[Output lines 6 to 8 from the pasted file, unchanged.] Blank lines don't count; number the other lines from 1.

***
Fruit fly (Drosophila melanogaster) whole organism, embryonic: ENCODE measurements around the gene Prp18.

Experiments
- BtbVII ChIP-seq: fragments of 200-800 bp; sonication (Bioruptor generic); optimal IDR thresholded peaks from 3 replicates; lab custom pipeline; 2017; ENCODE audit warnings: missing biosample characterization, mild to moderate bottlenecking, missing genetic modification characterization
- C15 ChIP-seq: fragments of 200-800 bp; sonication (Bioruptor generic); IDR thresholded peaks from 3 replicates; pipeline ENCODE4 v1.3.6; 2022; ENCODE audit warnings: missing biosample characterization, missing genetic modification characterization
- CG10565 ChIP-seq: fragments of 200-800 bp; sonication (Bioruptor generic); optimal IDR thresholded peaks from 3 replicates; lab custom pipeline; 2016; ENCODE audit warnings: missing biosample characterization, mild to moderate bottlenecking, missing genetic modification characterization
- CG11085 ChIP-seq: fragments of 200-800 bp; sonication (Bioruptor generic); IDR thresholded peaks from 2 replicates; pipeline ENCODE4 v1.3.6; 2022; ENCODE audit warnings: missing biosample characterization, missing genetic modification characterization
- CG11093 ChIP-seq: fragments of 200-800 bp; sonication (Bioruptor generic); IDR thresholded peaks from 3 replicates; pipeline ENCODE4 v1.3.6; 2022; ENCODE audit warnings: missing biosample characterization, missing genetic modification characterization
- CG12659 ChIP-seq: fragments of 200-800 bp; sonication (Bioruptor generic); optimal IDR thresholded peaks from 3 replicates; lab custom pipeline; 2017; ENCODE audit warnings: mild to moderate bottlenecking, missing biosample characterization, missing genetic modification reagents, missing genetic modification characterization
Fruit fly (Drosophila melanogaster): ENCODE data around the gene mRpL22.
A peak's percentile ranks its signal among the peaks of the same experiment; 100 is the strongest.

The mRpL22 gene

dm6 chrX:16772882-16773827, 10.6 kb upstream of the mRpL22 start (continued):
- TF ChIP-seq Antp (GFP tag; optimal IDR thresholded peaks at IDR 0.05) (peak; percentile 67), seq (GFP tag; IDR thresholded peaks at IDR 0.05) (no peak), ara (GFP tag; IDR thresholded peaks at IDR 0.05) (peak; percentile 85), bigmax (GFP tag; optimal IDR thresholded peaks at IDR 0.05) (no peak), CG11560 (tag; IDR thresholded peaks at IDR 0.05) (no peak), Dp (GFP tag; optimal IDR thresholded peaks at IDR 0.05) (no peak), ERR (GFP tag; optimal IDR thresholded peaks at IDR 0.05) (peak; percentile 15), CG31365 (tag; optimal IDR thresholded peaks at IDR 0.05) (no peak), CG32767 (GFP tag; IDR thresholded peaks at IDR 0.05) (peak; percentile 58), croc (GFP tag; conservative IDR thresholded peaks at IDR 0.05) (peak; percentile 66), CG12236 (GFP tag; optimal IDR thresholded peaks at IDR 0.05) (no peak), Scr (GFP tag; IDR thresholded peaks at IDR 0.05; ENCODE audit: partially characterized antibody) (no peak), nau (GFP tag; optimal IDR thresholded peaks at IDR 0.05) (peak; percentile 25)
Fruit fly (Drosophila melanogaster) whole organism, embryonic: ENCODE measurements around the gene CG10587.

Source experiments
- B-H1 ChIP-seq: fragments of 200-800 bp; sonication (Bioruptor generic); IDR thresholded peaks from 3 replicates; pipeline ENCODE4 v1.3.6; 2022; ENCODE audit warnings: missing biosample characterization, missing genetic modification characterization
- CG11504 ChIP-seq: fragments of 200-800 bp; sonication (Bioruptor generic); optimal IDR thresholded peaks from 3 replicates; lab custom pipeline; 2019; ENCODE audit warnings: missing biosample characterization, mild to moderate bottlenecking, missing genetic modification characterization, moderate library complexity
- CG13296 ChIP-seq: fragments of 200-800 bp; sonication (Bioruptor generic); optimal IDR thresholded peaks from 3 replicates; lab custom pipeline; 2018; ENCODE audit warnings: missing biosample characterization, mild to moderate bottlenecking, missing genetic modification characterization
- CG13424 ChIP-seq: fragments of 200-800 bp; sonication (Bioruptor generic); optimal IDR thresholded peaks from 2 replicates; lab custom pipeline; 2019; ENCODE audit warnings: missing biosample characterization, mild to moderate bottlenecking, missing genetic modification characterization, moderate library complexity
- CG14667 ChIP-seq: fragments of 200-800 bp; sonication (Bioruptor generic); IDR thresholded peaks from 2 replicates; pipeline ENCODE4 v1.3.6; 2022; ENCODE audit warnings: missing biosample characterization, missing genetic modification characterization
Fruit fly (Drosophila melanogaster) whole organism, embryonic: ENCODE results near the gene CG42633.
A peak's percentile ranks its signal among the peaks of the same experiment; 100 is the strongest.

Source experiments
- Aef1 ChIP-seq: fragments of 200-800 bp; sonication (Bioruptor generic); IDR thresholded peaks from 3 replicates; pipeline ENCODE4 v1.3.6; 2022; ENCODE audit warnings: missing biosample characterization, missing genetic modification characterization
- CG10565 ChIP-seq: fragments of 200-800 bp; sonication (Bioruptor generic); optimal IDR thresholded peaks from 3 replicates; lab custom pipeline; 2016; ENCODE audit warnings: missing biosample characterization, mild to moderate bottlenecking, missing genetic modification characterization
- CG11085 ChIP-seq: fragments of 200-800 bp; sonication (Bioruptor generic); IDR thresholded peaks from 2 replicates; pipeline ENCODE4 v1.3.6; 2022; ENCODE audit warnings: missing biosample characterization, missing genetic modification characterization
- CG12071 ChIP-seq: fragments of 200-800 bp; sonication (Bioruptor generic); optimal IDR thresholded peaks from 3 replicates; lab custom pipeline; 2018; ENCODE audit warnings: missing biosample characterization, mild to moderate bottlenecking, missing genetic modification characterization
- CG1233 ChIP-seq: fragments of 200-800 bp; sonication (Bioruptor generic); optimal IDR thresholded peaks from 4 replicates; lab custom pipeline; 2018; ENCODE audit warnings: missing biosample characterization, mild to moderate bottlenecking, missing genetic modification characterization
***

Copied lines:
- CG11085 ChIP-seq: fragments of 200-800 bp; sonication (Bioruptor generic); IDR thresholded peaks from 2 replicates; pipeline ENCODE4 v1.3.6; 2022; ENCODE audit warnings: missing biosample characterization, missing genetic modification characterization
- CG11093 ChIP-seq: fragments of 200-800 bp; sonication (Bioruptor generic); IDR thresholded peaks from 3 replicates; pipeline ENCODE4 v1.3.6; 2022; ENCODE audit warnings: missing biosample characterization, missing genetic modification characterization
- CG12659 ChIP-seq: fragments of 200-800 bp; sonication (Bioruptor generic); optimal IDR thresholded peaks from 3 replicates; lab custom pipeline; 2017; ENCODE audit warnings: mild to moderate bottlenecking, missing biosample characterization, missing genetic modification reagents, missing genetic modification characterization